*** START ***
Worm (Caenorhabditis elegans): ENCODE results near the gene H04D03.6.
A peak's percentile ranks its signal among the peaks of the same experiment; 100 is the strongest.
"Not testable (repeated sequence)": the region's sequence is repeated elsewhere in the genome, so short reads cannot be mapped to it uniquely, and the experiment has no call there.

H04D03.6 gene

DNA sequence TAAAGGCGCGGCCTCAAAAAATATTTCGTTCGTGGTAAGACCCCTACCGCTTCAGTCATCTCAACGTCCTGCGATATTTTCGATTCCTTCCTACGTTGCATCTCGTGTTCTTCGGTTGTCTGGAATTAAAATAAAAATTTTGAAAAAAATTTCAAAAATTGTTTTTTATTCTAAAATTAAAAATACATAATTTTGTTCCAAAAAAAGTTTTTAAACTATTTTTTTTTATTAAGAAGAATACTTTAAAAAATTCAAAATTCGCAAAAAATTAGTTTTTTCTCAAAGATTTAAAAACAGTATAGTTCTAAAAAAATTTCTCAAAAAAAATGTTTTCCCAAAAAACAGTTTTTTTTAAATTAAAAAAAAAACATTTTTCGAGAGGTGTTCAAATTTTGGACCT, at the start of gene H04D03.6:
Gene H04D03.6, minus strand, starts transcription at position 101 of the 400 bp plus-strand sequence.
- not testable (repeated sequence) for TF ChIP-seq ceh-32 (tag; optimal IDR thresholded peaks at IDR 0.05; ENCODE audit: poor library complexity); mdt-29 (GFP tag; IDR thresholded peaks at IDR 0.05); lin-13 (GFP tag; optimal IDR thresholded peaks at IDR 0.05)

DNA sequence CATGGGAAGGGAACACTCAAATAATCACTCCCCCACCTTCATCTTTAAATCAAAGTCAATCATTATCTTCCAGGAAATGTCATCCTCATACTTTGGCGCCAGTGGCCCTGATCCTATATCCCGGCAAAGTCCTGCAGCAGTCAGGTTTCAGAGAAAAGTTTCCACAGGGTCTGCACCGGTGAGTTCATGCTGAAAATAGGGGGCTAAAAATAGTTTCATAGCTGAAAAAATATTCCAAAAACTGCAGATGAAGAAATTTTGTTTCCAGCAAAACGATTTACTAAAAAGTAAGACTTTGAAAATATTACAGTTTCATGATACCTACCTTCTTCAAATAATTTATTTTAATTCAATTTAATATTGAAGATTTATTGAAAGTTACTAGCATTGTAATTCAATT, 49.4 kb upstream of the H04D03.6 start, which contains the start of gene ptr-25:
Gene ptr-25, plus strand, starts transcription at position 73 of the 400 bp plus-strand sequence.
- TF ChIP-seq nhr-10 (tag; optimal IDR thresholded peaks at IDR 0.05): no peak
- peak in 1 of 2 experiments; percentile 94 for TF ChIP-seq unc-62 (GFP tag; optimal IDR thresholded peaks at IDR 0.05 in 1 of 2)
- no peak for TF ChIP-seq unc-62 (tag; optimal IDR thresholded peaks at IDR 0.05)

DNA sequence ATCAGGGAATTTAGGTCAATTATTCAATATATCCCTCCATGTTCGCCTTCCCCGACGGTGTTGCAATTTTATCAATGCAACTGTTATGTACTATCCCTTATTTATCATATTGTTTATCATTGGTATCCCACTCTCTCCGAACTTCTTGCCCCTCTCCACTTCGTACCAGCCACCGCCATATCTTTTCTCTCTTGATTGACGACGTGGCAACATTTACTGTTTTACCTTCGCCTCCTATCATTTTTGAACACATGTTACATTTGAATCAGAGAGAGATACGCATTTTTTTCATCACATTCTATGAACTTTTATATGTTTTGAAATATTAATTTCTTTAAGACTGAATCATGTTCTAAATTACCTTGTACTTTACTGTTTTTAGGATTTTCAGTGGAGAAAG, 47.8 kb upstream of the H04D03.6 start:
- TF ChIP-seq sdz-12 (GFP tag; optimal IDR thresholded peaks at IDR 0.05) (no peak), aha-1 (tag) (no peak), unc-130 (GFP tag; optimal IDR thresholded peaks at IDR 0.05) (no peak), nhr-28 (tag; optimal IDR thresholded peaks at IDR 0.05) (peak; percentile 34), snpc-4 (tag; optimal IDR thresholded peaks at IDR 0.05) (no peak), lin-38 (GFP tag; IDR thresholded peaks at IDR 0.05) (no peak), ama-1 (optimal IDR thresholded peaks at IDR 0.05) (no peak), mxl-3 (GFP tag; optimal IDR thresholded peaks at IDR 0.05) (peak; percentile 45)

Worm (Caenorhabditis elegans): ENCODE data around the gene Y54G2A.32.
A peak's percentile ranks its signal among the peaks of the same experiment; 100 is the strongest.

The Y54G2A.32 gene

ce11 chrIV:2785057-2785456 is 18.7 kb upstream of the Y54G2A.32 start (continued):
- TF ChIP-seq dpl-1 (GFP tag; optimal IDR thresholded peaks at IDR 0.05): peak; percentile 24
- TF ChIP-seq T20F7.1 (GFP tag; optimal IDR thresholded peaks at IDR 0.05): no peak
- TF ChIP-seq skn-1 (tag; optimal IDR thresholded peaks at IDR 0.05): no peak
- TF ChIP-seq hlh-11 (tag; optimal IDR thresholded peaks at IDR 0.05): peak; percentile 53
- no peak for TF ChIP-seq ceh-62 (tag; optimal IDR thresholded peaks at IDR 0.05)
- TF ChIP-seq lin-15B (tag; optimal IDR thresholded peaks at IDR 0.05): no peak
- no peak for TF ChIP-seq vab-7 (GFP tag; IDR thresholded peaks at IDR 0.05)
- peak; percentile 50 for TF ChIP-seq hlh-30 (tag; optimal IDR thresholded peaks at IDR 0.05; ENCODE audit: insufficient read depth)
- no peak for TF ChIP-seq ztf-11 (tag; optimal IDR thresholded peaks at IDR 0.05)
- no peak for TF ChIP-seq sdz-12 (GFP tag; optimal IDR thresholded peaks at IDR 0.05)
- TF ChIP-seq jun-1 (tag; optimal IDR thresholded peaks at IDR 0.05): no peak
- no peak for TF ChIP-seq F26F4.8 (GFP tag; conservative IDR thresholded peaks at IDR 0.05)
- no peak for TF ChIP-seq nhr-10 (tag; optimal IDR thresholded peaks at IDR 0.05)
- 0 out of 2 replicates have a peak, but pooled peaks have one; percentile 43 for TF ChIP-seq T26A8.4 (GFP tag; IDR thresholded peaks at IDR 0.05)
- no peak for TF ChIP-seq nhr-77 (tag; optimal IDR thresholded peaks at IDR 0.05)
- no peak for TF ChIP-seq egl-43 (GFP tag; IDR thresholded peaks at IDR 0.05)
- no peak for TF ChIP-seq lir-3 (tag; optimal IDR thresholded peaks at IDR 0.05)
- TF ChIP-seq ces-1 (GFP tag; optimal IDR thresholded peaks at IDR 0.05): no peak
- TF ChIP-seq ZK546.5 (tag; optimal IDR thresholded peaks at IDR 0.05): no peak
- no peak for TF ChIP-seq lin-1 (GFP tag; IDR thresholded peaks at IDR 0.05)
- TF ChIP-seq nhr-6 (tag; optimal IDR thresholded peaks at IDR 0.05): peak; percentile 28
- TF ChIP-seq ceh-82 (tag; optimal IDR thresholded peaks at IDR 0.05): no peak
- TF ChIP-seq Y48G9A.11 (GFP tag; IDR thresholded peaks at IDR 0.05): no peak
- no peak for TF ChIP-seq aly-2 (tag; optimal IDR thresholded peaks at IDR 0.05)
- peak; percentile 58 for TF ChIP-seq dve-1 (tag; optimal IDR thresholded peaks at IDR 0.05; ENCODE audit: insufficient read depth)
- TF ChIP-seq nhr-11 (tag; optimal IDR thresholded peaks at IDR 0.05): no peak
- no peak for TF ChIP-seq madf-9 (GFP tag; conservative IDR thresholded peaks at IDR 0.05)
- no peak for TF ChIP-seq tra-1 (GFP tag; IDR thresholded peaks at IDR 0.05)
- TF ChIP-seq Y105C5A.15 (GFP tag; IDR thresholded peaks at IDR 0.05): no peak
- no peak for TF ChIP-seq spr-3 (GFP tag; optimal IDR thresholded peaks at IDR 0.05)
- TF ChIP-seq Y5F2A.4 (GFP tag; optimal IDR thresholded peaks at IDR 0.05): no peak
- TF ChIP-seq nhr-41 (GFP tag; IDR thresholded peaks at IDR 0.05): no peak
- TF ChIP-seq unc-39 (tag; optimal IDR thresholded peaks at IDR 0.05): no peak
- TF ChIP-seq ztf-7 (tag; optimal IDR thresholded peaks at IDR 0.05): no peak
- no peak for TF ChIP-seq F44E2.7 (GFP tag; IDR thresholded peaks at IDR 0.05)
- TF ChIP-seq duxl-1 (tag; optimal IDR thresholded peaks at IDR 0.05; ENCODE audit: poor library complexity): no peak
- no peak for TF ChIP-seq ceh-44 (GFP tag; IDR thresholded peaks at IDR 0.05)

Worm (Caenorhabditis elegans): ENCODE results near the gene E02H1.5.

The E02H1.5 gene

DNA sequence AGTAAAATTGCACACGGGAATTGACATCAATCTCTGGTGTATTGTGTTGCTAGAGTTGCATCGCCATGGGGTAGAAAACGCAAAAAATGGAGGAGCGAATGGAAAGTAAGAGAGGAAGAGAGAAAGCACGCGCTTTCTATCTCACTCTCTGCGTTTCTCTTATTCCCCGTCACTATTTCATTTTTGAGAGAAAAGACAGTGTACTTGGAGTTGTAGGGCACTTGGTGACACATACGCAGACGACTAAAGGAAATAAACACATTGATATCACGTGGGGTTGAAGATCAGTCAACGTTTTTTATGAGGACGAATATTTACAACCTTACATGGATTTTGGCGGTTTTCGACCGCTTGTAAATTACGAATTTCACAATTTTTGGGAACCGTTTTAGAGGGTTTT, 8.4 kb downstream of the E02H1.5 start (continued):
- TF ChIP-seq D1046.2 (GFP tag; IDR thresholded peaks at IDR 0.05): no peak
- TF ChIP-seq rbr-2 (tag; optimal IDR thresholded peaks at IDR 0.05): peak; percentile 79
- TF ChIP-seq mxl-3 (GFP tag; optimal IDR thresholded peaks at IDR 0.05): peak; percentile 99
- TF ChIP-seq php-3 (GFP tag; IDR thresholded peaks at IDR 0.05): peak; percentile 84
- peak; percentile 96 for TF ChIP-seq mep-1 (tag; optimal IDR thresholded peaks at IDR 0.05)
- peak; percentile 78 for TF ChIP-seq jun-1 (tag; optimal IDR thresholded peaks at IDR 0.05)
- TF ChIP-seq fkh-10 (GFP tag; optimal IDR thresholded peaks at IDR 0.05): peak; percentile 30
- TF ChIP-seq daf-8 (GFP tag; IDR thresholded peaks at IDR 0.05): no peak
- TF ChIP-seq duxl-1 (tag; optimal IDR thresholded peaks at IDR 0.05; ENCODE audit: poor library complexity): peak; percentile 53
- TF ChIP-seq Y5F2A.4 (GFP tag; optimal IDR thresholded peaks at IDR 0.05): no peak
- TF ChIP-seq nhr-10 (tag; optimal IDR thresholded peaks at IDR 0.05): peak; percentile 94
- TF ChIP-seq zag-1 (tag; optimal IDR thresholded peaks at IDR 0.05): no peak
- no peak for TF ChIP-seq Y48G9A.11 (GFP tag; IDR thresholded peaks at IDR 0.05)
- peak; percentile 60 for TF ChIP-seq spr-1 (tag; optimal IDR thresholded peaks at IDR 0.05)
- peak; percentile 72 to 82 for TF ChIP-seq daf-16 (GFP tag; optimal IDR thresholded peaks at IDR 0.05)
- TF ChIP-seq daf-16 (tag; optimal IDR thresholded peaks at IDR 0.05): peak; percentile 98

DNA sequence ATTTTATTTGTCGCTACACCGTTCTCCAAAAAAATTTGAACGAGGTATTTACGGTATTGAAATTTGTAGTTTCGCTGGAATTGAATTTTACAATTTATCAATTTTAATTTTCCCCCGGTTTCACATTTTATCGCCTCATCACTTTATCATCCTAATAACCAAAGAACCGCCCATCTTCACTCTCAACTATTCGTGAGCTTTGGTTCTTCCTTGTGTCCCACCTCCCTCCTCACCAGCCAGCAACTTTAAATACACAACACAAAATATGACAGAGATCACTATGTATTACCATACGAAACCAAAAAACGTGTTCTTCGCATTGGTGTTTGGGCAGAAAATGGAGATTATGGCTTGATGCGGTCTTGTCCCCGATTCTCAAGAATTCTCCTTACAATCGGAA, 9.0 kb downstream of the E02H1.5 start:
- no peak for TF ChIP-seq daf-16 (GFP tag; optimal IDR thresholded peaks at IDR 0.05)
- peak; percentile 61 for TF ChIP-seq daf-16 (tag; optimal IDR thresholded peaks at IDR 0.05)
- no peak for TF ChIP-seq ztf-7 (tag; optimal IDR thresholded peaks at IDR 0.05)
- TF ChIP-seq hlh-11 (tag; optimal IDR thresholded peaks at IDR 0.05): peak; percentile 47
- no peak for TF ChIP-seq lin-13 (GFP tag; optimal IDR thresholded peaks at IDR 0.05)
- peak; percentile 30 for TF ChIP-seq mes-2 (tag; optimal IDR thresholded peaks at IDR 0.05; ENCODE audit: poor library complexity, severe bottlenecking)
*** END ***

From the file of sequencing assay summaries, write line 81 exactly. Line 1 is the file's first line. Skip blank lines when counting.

- peak; percentile 30 for TF ChIP-seq mes-2 (tag; optimal IDR thresholded peaks at IDR 0.05; ENCODE audit: poor library complexity, severe bottlenecking)